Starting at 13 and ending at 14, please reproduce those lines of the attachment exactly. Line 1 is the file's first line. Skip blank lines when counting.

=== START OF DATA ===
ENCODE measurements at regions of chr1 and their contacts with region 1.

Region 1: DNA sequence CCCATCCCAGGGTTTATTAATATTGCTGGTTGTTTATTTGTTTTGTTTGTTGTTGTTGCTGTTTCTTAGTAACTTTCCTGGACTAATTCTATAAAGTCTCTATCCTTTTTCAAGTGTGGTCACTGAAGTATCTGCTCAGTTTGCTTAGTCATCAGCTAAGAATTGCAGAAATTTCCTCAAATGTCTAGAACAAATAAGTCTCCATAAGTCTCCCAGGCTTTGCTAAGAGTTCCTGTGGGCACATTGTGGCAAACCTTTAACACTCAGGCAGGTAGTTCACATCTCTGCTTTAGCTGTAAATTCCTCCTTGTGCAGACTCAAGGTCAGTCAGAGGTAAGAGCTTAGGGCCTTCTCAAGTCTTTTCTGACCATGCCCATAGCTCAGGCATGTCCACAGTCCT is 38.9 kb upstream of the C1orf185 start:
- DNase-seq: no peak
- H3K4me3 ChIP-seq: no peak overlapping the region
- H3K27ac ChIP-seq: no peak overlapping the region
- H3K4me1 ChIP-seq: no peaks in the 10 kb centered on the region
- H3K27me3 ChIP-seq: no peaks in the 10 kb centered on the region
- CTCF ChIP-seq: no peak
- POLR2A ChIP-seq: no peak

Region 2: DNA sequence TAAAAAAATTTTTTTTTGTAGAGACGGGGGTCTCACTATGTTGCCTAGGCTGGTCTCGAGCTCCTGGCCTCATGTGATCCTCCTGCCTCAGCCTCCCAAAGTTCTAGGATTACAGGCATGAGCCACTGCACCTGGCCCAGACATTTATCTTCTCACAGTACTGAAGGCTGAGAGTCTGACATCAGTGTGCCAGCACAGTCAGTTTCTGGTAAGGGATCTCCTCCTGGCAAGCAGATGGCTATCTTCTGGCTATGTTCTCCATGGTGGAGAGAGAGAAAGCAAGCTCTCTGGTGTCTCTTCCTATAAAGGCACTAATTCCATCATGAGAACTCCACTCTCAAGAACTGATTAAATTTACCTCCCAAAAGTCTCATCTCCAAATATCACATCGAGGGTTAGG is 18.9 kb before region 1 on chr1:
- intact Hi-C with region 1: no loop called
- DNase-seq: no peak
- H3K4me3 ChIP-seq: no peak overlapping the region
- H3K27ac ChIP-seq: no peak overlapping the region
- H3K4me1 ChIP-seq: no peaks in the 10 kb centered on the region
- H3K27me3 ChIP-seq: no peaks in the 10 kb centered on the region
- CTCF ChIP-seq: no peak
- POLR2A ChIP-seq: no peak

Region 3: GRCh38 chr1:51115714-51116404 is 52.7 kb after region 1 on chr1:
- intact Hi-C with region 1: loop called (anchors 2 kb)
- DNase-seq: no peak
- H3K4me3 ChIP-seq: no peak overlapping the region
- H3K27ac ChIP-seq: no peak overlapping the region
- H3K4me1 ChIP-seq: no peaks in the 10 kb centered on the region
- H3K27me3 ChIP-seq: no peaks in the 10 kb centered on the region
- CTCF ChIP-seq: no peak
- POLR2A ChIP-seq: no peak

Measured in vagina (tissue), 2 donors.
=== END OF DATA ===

- H3K4me3 ChIP-seq: no peak overlapping the region
- H3K27ac ChIP-seq: no peak overlapping the region